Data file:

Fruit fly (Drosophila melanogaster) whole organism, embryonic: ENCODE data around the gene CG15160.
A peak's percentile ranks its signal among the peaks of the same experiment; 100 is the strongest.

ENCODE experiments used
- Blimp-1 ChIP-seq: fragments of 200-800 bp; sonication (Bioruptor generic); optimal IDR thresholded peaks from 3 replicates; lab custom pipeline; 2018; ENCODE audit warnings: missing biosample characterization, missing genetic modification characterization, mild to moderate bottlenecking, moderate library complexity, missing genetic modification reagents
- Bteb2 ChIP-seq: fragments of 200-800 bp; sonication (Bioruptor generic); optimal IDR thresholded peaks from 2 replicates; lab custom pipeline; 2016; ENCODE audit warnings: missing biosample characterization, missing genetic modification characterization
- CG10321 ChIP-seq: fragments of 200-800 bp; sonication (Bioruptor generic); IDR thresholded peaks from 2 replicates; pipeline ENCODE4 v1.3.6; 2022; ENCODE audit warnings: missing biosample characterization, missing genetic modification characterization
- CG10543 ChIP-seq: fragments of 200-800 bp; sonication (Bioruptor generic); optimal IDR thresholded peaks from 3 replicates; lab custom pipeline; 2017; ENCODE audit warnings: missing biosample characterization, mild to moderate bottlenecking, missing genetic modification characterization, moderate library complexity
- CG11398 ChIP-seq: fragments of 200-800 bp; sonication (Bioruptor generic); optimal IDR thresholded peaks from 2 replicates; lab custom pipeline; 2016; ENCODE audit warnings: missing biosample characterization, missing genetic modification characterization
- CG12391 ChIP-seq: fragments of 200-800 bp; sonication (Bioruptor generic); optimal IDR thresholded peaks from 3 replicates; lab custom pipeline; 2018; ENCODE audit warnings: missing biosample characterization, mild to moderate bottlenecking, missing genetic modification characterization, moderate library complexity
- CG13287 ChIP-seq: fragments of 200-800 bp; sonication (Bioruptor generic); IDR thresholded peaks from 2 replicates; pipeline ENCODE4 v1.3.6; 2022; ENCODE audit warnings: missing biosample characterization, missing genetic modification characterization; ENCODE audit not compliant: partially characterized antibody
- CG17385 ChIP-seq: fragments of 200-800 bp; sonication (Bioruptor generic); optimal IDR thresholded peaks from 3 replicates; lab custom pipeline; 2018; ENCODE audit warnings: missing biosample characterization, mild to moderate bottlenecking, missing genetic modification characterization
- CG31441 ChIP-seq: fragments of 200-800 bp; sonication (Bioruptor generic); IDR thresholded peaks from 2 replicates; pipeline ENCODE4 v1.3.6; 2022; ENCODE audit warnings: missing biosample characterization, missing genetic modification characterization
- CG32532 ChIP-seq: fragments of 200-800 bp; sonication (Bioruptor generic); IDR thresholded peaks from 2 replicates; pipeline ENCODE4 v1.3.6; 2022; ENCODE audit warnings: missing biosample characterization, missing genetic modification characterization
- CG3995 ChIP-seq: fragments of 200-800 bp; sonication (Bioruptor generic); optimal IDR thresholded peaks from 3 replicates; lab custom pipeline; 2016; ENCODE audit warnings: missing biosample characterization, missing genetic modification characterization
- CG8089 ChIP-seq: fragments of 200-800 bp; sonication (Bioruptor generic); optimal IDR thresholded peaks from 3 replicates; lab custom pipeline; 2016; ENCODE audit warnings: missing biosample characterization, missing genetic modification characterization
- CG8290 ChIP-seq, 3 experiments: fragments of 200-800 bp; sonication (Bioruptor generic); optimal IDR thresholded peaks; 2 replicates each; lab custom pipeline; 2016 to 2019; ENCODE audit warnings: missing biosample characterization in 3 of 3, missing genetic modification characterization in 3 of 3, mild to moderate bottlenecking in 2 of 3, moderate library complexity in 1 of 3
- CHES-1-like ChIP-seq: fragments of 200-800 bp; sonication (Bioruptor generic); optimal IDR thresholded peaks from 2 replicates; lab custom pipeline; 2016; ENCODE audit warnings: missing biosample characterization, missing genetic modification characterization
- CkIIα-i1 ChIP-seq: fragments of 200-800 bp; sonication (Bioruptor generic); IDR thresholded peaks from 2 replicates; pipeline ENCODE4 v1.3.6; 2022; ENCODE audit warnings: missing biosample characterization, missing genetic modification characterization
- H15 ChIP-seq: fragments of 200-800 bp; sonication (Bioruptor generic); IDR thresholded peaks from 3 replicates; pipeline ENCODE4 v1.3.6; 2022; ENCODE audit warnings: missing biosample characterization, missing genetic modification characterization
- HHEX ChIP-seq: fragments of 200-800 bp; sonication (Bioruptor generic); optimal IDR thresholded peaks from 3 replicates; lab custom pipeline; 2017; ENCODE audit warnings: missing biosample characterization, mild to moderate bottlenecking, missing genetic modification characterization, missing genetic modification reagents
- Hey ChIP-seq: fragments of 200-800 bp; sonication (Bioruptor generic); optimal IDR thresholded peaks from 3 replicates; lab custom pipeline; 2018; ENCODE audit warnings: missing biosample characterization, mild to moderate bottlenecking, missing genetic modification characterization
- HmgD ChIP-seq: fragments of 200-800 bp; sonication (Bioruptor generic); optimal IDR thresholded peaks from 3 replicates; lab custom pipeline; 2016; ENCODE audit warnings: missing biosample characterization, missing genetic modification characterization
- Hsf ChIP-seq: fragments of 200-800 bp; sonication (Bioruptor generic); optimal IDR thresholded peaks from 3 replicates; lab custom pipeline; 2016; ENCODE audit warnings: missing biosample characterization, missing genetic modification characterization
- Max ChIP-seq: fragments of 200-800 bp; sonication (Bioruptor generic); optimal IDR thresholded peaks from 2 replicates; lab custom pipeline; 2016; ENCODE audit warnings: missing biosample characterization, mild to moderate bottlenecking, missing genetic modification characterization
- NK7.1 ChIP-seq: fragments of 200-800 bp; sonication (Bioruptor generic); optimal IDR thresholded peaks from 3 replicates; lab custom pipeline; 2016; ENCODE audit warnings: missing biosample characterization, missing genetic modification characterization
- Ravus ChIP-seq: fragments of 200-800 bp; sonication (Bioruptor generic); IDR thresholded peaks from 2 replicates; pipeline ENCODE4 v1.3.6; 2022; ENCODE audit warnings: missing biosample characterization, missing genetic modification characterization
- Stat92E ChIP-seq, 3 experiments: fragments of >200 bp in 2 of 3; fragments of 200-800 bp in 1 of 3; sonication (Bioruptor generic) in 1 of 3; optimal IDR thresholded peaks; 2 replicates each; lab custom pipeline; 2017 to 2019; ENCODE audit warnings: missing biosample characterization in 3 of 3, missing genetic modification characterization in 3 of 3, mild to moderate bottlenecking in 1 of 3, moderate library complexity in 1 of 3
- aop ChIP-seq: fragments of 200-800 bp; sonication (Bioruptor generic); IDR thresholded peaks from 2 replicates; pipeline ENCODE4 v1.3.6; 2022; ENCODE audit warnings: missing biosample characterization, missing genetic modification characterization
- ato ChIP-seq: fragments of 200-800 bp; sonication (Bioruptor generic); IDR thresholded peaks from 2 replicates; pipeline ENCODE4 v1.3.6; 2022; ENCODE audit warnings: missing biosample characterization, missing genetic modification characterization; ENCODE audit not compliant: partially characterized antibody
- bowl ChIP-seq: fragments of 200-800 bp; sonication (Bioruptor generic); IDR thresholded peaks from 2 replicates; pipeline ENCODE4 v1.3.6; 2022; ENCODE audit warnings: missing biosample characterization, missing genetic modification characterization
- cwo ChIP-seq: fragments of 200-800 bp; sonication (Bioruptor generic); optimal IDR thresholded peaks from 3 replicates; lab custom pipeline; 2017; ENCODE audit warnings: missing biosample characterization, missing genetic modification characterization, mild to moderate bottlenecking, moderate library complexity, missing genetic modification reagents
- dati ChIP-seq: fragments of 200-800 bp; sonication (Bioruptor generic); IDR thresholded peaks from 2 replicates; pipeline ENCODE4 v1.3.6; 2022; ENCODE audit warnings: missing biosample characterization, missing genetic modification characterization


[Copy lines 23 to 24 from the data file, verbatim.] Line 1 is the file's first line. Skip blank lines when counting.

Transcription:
- Hsf ChIP-seq: fragments of 200-800 bp; sonication (Bioruptor generic); optimal IDR thresholded peaks from 3 replicates; lab custom pipeline; 2016; ENCODE audit warnings: missing biosample characterization, missing genetic modification characterization
- Max ChIP-seq: fragments of 200-800 bp; sonication (Bioruptor generic); optimal IDR thresholded peaks from 2 replicates; lab custom pipeline; 2016; ENCODE audit warnings: missing biosample characterization, mild to moderate bottlenecking, missing genetic modification characterization